Watched some of the WWDC videos and noticed that everyone working on an ARM based system was using a XDR display. Since that display only supports thunderbolt 3 and the ARM based Mini Apple is offering to developers doesn’t support Thunderbolt 3 does that mean that Apple has internal Mac Pros equipped with ARM processors? Or are they somehow connecting the Mini to the XDR display? I find the idea of an ARM Mac Pro interesting.
You can run a Pro Display XDR over USB-C (from an iPad Pro or MacBook Adorable, for instance). It just runs at 5K rather than the native 6K resolution.
As @ChrisUpchurch says, they could be “faking it”, but let’s not be surprised if Apple has some ARM prototypes of the full Mac range running in-house
I agree. After going to so much pains to deliver a new modular Mac Pro to try and seduce the pro market again, there’s no way they’re going to drop the ball again. And they said all Macs will transition. I think it’s a given an ARM Mac Pro will happen. But I wouldn’t hold my breath for the next year. I think it will be the last machine to transition.
An Apple Silicon Mac Pro will happen but it’ll probably be 2.5 years or so.
Thunderbolt is merging with USB 4 and because USB is an open standard
we should see ARM support for it which means we’ll have essentially ARM support
for Thunderbolt finally in performance just not name.
The ARM Cortex-X1 gives us a nice glimpse into the future of higher end compute cores. Because of architectural improvements it’s already %22 faster than the fastest A7x series of cores and 30 % faster than the high end SOC shipping today.
Given the way compute loads are being distributed across hardware accelerators and GPU it don’t think the Apple Silicon Mac Pro is going to have a problem with today’s DCC workloads. Apple will design a beefy SOC and then connect a handful of them into a nice powerful system.
Any thoughts on whether the modular design will extend to the processor, i.e. will it be possible to swap out an Intel processor on a current Mac Pro for an ARM processor rather than buying an entirely new machine?
If it were possible, it would probably require swapping out the entire motherboard, not just the processor.
I very much doubt it. The whole thrust of this is to have a full integrated hardware stack. Compromising the stack to allow for a choice of processor would be a significant handicap.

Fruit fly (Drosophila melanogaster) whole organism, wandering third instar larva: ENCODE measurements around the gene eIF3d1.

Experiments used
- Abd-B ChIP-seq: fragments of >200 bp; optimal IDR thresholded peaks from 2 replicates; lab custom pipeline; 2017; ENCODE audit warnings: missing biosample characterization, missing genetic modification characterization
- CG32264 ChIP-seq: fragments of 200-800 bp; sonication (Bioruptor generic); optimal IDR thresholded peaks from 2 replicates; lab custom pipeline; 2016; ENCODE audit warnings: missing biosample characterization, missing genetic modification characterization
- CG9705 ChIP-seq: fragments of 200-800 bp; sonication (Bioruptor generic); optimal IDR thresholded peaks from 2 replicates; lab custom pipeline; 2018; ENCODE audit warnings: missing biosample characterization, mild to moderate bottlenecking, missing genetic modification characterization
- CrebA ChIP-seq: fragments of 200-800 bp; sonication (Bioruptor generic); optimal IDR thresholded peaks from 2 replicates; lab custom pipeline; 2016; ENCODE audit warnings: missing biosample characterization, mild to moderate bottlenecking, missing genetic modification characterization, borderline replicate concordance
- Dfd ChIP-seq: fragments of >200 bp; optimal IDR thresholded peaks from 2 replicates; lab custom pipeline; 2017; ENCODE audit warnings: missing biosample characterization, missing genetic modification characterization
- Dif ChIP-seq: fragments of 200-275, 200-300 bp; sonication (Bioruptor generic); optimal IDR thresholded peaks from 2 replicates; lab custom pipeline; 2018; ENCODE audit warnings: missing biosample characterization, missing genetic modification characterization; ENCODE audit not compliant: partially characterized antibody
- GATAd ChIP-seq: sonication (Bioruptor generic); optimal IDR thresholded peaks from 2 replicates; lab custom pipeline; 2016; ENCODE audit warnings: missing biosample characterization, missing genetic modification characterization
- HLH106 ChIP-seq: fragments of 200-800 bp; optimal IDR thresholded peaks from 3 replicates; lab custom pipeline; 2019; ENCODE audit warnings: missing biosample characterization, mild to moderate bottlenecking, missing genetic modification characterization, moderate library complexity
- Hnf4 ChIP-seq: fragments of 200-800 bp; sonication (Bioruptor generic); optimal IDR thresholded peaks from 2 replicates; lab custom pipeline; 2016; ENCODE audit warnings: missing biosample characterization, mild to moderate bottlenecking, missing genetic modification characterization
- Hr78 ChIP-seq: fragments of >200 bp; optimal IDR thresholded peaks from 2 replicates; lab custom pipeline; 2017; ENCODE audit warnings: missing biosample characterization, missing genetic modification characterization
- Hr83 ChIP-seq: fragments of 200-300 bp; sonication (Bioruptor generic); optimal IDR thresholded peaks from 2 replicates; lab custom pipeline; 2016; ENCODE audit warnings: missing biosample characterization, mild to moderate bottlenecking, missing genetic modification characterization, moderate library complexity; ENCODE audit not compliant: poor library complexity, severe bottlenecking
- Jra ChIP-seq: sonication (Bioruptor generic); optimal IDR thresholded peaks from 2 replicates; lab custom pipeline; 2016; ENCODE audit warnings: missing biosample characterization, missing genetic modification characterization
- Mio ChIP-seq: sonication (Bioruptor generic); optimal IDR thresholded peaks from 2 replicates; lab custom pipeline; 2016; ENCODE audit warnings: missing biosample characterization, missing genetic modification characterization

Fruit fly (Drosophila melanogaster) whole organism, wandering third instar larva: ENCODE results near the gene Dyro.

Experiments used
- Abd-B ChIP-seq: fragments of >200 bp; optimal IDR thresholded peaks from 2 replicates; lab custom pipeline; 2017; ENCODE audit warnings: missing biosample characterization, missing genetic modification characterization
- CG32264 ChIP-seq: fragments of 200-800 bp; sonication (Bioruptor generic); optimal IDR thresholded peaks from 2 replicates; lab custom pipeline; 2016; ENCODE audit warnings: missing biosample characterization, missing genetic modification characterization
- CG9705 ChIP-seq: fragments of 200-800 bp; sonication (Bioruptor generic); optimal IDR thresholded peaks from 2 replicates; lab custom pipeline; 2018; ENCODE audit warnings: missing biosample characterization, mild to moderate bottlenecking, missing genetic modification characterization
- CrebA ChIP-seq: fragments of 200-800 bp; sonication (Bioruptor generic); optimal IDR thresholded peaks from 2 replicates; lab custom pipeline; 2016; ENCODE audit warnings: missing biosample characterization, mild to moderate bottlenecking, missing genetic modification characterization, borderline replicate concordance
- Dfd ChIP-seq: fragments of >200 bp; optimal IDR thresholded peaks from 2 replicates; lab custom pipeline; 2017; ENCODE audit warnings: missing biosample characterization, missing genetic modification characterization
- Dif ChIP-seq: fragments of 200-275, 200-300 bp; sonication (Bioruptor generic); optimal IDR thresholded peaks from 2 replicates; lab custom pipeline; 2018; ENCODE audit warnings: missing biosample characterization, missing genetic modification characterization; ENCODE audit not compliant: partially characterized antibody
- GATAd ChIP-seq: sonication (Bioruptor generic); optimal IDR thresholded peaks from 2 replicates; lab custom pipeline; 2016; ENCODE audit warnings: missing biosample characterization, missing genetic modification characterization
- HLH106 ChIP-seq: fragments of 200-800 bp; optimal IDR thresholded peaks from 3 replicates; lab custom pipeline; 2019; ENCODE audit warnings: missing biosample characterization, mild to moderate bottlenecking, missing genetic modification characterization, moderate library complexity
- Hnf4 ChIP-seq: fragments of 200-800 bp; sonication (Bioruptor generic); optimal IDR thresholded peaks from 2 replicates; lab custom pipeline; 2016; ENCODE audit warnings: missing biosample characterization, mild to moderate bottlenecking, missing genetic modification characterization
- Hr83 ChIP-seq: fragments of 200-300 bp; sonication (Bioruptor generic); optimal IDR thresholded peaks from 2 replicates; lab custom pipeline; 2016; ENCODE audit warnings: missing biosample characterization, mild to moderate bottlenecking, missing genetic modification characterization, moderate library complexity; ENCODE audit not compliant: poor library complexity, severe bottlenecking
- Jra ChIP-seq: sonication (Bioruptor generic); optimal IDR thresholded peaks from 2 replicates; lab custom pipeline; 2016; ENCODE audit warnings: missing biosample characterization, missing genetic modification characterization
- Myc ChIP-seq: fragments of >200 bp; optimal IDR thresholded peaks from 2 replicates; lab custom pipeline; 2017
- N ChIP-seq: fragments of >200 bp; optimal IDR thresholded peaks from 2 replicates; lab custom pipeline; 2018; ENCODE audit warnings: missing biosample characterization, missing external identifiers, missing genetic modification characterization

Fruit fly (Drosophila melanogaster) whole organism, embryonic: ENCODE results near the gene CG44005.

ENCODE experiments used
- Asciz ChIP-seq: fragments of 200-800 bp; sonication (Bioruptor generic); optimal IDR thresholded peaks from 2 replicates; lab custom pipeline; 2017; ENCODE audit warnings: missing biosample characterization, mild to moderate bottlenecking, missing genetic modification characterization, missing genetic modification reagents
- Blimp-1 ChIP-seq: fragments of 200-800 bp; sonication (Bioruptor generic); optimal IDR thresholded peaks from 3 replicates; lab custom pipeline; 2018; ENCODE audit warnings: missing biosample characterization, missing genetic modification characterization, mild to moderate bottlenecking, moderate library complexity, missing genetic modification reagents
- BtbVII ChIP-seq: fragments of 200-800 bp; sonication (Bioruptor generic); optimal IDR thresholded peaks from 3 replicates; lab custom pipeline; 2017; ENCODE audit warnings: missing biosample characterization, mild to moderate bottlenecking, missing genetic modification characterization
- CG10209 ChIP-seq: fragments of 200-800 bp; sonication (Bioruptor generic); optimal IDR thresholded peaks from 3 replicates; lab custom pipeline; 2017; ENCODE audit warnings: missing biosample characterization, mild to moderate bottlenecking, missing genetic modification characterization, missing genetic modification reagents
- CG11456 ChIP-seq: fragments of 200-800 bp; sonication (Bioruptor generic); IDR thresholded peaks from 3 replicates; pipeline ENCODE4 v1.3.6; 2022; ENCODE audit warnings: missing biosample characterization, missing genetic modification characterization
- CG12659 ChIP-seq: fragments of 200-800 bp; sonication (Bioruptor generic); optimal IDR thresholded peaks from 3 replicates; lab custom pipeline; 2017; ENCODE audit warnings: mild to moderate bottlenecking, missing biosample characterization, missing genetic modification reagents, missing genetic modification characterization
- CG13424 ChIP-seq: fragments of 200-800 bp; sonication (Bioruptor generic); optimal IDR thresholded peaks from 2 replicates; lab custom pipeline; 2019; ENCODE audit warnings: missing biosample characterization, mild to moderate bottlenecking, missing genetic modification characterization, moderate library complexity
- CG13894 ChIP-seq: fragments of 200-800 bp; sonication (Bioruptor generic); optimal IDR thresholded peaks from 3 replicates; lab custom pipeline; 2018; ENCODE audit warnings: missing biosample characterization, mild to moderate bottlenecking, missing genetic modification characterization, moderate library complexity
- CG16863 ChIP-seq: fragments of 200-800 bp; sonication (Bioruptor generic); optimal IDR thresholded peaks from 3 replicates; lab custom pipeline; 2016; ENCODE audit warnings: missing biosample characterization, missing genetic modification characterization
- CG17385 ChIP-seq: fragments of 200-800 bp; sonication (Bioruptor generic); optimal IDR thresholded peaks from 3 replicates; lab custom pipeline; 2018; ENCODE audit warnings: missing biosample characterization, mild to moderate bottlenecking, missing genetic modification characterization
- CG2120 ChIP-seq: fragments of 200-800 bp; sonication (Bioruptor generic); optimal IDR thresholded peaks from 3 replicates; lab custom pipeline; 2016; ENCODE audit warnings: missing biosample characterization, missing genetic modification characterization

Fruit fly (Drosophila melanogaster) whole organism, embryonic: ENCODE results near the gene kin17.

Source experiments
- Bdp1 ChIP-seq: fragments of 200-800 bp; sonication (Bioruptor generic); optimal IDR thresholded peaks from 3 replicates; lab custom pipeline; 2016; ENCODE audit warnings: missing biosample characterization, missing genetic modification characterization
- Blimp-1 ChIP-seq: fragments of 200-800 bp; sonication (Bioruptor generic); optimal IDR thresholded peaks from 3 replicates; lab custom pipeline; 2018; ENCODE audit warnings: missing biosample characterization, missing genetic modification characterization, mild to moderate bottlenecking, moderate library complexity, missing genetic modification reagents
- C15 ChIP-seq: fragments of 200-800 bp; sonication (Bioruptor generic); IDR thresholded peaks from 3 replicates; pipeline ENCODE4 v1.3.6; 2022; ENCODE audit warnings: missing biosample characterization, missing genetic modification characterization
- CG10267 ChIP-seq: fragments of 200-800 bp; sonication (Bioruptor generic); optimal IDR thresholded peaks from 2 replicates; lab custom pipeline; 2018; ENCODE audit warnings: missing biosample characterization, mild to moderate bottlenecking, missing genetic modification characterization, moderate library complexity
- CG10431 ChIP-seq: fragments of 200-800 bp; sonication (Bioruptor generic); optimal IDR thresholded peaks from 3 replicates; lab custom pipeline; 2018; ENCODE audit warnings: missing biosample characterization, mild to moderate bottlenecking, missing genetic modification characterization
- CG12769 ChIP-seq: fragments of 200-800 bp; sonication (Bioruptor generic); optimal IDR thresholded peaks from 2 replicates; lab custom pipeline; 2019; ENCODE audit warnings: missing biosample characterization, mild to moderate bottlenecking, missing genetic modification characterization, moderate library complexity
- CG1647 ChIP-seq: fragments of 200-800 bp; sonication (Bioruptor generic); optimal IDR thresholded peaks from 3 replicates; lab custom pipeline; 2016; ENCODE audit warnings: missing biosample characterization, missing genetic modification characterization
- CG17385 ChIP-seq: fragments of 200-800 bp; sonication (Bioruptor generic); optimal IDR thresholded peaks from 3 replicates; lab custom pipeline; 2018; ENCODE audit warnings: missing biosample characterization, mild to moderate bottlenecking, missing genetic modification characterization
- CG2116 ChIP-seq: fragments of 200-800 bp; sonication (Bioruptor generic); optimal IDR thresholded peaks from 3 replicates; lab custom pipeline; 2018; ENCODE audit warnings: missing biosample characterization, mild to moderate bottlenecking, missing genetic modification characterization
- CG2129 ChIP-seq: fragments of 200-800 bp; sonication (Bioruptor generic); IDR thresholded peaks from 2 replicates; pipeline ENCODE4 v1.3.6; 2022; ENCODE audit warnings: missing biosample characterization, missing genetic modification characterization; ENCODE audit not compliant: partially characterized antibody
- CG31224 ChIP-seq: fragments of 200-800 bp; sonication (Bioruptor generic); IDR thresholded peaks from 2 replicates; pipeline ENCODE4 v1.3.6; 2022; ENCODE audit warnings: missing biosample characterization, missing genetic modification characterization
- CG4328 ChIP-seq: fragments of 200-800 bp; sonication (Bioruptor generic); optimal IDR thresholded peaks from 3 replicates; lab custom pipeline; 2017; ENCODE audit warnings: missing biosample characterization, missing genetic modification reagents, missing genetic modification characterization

Not to mention, why would Apple give up the revenue stream from new full systems to see components made by Intel?
As others have said, I really don’t believe it will be possible. I would say it would already be lucky to have existing MPX modules retain compatibility.
If so that will be quite a blow for those who have invested quite a bit in the new Mac Pro and accessories.
Because those who have invested $10,000 to $50,000 in the knowledge that this is a modular design may be pissed as hell to find out it’s not really modular at all.
If they do have an ARM Mac Pro under wraps I’m sure they would be using it in the keynote. The greater the performance they can demonstrate the better the change to ARM looks.
Years of experience – don’t believe everything you see in a demo.
Fair point. It would indeed seem very dishonest to have touted a modular design that would not work for more than a few years.
A new motherboard would seem reasonable indeed if the rest of the peripherals/MX modules/GPUs/RAM remained operational.
Apple doesn’t support swapping to another Intel processor in the Mac Pro, much less changing architectures (they support changing out memory, MPX Modules, PCI Express cards, SSD modules and feet/wheels).
NVME, Thunderbolt and so many other protocols connected to Intel’s Hub architecture (MCH,ICH etc) so Apple has to find replacements that will work with their Silicon.
Haven’t done a bunch googling about what interconnect system ARM in the Enterprise is using beyond ARM’s CoreLink technology but I presume the AS Mac Pro will leverage a leader in this field to connect storage subsystem and more.
It should be exciting
USB4 incorporates Thunderbolt3 (which is mostly the same thing as TB4) as an ‘optional extra’ and they use the same plug-style. My guess is that every Apple SOC product will support USB4 going forward starting with the products at the end of the year. (The Mac mini dev kit being distributed now use the stock A12z chipset from iPad Pro, so it’s no wonder there’s no TB on it.)
Fair point, although I’m sure there are opportunities for fine debates about how to parse “modular”
They said the transition will be complete in 2 years. This logically includes the Mac Pro.
If they really can beat Intel on performance, they may want to get this machine out much faster, it would be a real shock to the industry.